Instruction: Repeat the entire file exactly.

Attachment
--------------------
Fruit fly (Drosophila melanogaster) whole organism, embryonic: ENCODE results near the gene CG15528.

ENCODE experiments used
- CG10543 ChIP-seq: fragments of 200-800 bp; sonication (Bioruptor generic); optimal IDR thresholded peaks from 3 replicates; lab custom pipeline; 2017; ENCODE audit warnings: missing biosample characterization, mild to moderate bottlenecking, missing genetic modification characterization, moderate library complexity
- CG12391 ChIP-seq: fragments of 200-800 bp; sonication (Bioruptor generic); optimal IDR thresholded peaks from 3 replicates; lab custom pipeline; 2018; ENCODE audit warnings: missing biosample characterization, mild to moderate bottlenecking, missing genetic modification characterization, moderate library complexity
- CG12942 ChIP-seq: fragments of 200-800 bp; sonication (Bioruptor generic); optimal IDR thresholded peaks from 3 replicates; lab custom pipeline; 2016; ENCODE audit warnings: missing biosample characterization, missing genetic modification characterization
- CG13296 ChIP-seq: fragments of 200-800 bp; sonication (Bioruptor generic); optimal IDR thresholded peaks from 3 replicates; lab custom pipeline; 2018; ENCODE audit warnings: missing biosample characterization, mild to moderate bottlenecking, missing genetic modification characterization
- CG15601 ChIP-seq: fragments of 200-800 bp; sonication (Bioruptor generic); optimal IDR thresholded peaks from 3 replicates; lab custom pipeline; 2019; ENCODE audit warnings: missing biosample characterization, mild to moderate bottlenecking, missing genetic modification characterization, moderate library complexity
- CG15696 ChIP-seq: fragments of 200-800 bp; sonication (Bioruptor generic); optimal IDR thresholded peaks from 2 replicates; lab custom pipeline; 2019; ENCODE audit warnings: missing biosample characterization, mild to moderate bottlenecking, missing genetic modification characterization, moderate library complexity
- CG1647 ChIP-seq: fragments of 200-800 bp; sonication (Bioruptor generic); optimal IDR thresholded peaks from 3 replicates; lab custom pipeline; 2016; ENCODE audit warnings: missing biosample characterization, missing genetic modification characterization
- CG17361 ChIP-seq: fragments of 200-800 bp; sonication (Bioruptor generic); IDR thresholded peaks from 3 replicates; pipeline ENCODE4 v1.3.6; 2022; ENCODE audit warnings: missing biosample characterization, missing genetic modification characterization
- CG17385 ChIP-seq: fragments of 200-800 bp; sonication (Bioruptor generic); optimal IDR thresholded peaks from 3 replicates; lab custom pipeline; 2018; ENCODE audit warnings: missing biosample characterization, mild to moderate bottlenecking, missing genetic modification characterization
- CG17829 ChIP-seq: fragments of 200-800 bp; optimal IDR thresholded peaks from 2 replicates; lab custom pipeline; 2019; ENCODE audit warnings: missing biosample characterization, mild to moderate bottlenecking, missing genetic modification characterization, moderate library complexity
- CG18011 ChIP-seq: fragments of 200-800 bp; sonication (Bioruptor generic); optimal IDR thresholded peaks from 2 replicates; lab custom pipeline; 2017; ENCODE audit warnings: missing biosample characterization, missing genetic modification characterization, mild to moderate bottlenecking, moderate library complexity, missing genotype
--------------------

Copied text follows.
Fruit fly (Drosophila melanogaster) whole organism, embryonic: ENCODE results near the gene CG15528.

ENCODE experiments used
- CG10543 ChIP-seq: fragments of 200-800 bp; sonication (Bioruptor generic); optimal IDR thresholded peaks from 3 replicates; lab custom pipeline; 2017; ENCODE audit warnings: missing biosample characterization, mild to moderate bottlenecking, missing genetic modification characterization, moderate library complexity
- CG12391 ChIP-seq: fragments of 200-800 bp; sonication (Bioruptor generic); optimal IDR thresholded peaks from 3 replicates; lab custom pipeline; 2018; ENCODE audit warnings: missing biosample characterization, mild to moderate bottlenecking, missing genetic modification characterization, moderate library complexity
- CG12942 ChIP-seq: fragments of 200-800 bp; sonication (Bioruptor generic); optimal IDR thresholded peaks from 3 replicates; lab custom pipeline; 2016; ENCODE audit warnings: missing biosample characterization, missing genetic modification characterization
- CG13296 ChIP-seq: fragments of 200-800 bp; sonication (Bioruptor generic); optimal IDR thresholded peaks from 3 replicates; lab custom pipeline; 2018; ENCODE audit warnings: missing biosample characterization, mild to moderate bottlenecking, missing genetic modification characterization
- CG15601 ChIP-seq: fragments of 200-800 bp; sonication (Bioruptor generic); optimal IDR thresholded peaks from 3 replicates; lab custom pipeline; 2019; ENCODE audit warnings: missing biosample characterization, mild to moderate bottlenecking, missing genetic modification characterization, moderate library complexity
- CG15696 ChIP-seq: fragments of 200-800 bp; sonication (Bioruptor generic); optimal IDR thresholded peaks from 2 replicates; lab custom pipeline; 2019; ENCODE audit warnings: missing biosample characterization, mild to moderate bottlenecking, missing genetic modification characterization, moderate library complexity
- CG1647 ChIP-seq: fragments of 200-800 bp; sonication (Bioruptor generic); optimal IDR thresholded peaks from 3 replicates; lab custom pipeline; 2016; ENCODE audit warnings: missing biosample characterization, missing genetic modification characterization
- CG17361 ChIP-seq: fragments of 200-800 bp; sonication (Bioruptor generic); IDR thresholded peaks from 3 replicates; pipeline ENCODE4 v1.3.6; 2022; ENCODE audit warnings: missing biosample characterization, missing genetic modification characterization
- CG17385 ChIP-seq: fragments of 200-800 bp; sonication (Bioruptor generic); optimal IDR thresholded peaks from 3 replicates; lab custom pipeline; 2018; ENCODE audit warnings: missing biosample characterization, mild to moderate bottlenecking, missing genetic modification characterization
- CG17829 ChIP-seq: fragments of 200-800 bp; optimal IDR thresholded peaks from 2 replicates; lab custom pipeline; 2019; ENCODE audit warnings: missing biosample characterization, mild to moderate bottlenecking, missing genetic modification characterization, moderate library complexity
- CG18011 ChIP-seq: fragments of 200-800 bp; sonication (Bioruptor generic); optimal IDR thresholded peaks from 2 replicates; lab custom pipeline; 2017; ENCODE audit warnings: missing biosample characterization, missing genetic modification characterization, mild to moderate bottlenecking, moderate library complexity, missing genotype